97. Krupa R, Sliwinski T, Wisniewska-Jarosinska M, Chojnacki J, Wasylecka M, Dziki L, Morawiec J, Blasiak J (2011) Polymorphisms in RAD51, XRCC2 and XRCC3 genes of the homologous recombination repair in colorectal cancer—a case control study. Mol Biol Rep 38:2849–2854PubMedCrossRefGoogle Scholar
  98. Kumar R, Hoglund L, Zhao C, Forsti A, Snellman E, Hemminki K (2003) Single nucleotide polymorphisms in the XPG gene: determination of role in DNA repair and breast cancer risk. Int J Cancer 103:671–675PubMedCrossRefGoogle Scholar
  99. Kuschel B, Chenevix-Trench G, Spurdle AB, Chen X, Hopper JL, Giles GG, McCredie M, Chang-Claude J, Gregory CS, Day NE, Easton DF, Ponder BA, Dunning AM, Pharoah PD (2005) Common polymorphisms in ERCC2 (xeroderma pigmentosum D) are not associated with breast cancer risk. Cancer Epidemiol Biomark Prev 14:1828–1831CrossRefGoogle Scholar
  100. Laine JP, Mocquet V, Bonfanti M, Braun C, Egly JM, Brousset P (2007) Common XPD (ERCC2) polymorphisms have no measurable effect on nucleotide excision repair and basal transcription. DNA Repair (Amst) 6:1264–1270CrossRefGoogle Scholar
  101. Langelier MF, Pascal JM (2013) PARP-1 mechanism for coupling DNA damage detection to poly(ADP-ribose) synthesis. Curr Opin Struct Biol 23:134–143PubMedPubMedCentralCrossRefGoogle Scholar
  102. Le Marchand L, Donlon T, Lum-Jones A, Seifried A, Wilkens LR (2002) Association of the hOGG1 Ser326Cys polymorphism with lung cancer risk. Cancer Epidemiol Biomark Prev 11:409–412Google Scholar
  103. Lee GY, Jang JS, Lee SY, Jeon HS, Kim KM, Choi JE, Park JM, Chae MH, Lee WK, Kam S, Kim IS, Lee JT, Jung TH, Park JY (2005) XPC polymorphisms and lung cancer risk. Int J Cancer 115:807–813PubMedCrossRefGoogle Scholar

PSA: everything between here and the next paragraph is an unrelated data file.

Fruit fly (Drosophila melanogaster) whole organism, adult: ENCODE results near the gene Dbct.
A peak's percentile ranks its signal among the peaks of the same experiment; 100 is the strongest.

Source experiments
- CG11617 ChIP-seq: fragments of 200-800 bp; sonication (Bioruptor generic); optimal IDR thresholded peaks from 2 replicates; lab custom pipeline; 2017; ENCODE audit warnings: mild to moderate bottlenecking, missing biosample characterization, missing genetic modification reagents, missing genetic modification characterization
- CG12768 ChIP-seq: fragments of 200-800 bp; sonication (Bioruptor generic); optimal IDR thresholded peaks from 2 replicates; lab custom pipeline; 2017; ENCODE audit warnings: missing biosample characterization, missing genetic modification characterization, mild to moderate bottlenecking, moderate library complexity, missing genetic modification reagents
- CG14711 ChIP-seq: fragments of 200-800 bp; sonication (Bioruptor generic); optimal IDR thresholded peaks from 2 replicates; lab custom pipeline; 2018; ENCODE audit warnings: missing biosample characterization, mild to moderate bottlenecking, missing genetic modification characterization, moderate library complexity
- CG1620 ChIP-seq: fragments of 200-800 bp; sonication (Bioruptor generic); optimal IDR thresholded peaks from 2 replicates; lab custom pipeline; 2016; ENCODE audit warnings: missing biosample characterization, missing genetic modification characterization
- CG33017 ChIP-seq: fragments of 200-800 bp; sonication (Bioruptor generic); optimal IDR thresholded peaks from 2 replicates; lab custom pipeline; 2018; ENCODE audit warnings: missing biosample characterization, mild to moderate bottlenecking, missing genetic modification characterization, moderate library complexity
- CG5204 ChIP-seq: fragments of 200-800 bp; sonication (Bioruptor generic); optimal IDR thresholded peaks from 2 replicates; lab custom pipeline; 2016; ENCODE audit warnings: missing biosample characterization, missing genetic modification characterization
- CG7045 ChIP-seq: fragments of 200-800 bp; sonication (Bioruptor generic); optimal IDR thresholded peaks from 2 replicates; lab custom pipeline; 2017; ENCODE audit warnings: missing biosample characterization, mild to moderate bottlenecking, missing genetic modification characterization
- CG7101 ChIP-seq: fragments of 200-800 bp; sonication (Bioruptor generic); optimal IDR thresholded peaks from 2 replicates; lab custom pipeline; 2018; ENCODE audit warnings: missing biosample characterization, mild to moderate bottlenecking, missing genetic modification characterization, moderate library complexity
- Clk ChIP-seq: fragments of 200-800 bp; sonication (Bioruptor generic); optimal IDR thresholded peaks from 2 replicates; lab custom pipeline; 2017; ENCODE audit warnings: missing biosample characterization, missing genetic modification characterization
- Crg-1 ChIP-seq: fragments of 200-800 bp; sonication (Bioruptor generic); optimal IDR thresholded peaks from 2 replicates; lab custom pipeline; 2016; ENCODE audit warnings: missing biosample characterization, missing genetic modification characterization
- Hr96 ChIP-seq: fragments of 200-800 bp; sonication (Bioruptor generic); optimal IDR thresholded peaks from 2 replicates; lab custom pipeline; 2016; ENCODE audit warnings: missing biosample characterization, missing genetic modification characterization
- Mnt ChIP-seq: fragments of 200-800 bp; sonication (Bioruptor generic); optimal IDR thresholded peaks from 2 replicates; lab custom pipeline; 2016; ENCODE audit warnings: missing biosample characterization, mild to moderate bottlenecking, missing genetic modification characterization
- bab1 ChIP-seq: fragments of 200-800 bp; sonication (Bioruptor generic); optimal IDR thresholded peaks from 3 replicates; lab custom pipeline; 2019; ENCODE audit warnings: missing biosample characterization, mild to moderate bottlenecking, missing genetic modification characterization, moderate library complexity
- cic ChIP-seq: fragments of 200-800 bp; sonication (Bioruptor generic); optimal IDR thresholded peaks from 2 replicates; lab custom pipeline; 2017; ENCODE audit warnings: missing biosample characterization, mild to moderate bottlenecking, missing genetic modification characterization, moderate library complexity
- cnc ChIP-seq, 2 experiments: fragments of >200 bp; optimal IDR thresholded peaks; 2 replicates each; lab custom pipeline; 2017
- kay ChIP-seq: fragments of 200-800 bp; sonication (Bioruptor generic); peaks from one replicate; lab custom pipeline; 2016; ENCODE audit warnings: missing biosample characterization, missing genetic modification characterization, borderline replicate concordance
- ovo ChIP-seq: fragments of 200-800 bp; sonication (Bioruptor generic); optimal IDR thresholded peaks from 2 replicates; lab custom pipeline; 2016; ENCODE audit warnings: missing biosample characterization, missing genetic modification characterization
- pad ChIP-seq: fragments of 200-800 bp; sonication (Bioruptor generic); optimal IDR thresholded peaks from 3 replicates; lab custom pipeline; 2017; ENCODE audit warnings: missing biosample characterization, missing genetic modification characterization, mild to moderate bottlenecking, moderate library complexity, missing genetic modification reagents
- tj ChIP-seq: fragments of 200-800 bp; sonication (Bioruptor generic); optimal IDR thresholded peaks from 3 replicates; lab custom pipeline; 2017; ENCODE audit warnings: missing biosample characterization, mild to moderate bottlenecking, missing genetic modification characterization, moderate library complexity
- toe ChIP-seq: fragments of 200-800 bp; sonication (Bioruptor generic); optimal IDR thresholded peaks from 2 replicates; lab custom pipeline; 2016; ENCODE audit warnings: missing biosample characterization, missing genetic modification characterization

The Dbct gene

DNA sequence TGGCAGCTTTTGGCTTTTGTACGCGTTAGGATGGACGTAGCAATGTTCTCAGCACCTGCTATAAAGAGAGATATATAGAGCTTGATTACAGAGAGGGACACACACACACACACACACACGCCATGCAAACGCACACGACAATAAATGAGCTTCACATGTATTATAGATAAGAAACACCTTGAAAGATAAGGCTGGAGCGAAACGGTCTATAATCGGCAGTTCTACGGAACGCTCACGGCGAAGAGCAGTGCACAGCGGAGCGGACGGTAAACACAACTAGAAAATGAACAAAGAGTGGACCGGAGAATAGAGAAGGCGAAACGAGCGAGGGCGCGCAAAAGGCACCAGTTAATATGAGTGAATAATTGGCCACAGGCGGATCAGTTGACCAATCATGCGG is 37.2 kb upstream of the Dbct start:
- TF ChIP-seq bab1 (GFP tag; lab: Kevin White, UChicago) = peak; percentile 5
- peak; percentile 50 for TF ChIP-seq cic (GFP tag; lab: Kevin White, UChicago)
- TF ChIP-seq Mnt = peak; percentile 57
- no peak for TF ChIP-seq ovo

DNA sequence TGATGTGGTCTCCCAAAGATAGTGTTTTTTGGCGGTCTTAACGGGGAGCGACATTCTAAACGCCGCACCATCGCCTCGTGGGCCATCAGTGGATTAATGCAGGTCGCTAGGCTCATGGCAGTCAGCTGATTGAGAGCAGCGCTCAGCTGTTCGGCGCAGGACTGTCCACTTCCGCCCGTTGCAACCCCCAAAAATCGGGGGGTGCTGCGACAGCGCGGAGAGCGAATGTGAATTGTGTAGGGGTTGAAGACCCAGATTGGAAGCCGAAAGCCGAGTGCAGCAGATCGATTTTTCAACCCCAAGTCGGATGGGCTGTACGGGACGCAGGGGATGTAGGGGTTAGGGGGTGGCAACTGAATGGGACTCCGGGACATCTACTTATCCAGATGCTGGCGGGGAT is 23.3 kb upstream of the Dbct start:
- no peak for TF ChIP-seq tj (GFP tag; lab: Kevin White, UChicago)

104. Lehmann AR (2003) DNA repair-deficient diseases, xeroderma pigmentosum, Cockayne syndrome and trichothiodystrophy. Biochimie 85:1101–1111PubMedCrossRefGoogle Scholar
  105. Li R, Yang Y, An Y, Zhou Y, Liu Y, Yu Q, Lu D, Wang H, Jin L, Zhou W, Qian J, Shugart YY (2011) Genetic polymorphisms in DNA double-strand break repair genes XRCC5, XRCC6 and susceptibility to hepatocellular carcinoma. Carcinogenesis 32:530–536PubMedCrossRefGoogle Scholar
  106. Li F, Wang J, Chen M (2016) Single nucleotide polymorphisms in DNA repair genes and the risk of laryngeal cancer: a meta-analysis. Biomed Pharmacother 78:92–100PubMedCrossRefGoogle Scholar
  107. Liang G, Xing D, Miao X, Tan W, Yu C, Lu W, Lin D (2003) Sequence variations in the DNA repair gene XPD and risk of lung cancer in a Chinese population. Int J Cancer 105:669–673PubMedCrossRefGoogle Scholar
  108. Lindahl T (2000) Suppression of spontaneous mutagenesis in human cells by DNA base excision-repair. Mutat Res Rev Mutat Res 462:129–135CrossRefGoogle Scholar
  109. Lindahl T, Wood RD (1999) Quality control by DNA repair. Science 286:1897–1905PubMedCrossRefGoogle Scholar
  110. Liu N, Lamerdin JE, Tebbs RS, Schild D, Tucker JD, Shen MR, Brookman KW, Siciliano MJ, Walter CA, Fan WF, Narayana LS, Zhou ZQ, Adamson AW, Sorensen KJ, Chen DJ, Jones NJ, Thompson LH (1998) XRCC2 and XRCC3, new human RAD51-family members, promote chromosome stability and protect against DNA cross-links and other damages. Mol Cell 1:783–793PubMedCrossRefGoogle Scholar
  111. Liu J, Zhang Z, Cao XL, Lei DP, Wang ZQ, Jin T, Pan XL (2012) XPA A23G polymorphism and susceptibility to cancer: a meta-analysis. Mol Biol Rep 39:6791–6799PubMedCrossRefGoogle Scholar
  112. Lockett KL, Hall MC, Xu J, Zheng SL, Berwick M, Chuang SC, Clark PE, Cramer SD, Lohman K, Hu JJ (2004) The ADPRT V762A genetic variant contributes to prostate cancer susceptibility and deficient enzyme function. Cancer Res 64:6344–6348PubMedCrossRefGoogle Scholar